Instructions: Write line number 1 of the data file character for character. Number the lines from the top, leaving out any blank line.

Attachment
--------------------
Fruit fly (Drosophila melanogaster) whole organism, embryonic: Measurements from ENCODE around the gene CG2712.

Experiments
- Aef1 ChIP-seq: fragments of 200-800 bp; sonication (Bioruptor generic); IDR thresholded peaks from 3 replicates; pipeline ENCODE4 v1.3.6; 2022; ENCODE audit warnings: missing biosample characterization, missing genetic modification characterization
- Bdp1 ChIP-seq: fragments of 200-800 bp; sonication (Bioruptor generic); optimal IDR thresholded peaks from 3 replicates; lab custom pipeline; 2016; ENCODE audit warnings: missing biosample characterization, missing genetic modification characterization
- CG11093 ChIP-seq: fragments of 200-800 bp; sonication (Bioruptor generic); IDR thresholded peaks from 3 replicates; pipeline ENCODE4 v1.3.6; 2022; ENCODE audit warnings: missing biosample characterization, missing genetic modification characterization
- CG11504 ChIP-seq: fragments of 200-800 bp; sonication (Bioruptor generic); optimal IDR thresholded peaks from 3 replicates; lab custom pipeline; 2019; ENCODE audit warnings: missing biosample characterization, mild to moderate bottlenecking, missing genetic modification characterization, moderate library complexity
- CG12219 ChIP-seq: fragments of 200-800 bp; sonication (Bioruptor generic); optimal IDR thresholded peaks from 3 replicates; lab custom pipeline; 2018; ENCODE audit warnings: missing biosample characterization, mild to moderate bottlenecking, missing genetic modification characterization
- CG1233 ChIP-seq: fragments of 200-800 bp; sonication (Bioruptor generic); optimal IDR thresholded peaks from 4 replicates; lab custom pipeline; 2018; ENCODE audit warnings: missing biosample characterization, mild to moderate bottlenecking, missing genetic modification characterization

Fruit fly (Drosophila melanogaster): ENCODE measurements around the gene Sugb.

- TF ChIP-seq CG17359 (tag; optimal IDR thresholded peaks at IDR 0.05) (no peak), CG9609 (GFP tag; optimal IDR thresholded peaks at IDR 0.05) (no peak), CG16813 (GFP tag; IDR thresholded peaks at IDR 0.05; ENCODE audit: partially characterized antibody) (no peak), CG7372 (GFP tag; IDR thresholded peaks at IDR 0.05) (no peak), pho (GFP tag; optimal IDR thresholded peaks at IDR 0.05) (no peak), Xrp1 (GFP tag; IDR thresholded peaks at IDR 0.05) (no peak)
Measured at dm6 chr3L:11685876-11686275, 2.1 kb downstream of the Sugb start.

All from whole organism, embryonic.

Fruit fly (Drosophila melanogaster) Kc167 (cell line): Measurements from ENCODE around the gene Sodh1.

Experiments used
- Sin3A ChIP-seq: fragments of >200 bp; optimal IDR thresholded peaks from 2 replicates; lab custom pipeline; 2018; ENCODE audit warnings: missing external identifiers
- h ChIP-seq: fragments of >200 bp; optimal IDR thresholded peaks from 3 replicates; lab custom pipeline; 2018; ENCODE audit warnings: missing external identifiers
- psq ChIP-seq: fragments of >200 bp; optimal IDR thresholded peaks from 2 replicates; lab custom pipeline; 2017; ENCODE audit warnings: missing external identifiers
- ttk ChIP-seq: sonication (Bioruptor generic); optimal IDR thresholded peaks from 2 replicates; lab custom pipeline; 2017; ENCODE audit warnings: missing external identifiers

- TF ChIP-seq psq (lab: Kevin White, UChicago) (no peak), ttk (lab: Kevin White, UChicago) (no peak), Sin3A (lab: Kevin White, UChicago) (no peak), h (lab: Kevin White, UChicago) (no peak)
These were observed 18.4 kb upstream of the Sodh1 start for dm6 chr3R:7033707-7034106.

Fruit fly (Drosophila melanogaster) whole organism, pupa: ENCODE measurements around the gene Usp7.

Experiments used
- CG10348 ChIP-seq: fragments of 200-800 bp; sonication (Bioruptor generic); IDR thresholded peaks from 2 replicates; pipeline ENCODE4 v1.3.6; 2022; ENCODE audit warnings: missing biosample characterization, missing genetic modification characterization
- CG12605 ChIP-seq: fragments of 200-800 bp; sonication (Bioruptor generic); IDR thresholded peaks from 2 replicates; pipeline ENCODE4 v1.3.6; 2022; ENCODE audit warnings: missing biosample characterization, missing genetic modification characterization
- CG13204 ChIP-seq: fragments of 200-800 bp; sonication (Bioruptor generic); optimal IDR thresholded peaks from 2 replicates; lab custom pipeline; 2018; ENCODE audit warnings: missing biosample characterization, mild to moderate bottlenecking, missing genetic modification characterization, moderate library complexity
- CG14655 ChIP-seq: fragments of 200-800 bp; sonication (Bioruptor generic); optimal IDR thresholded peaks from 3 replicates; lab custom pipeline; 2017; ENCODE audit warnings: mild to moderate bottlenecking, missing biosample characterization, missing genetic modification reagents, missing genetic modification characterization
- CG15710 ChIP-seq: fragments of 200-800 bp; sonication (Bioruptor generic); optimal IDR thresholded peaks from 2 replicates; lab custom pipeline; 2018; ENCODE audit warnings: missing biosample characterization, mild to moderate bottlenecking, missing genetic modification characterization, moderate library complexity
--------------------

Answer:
Fruit fly (Drosophila melanogaster) whole organism, embryonic: Measurements from ENCODE around the gene CG2712.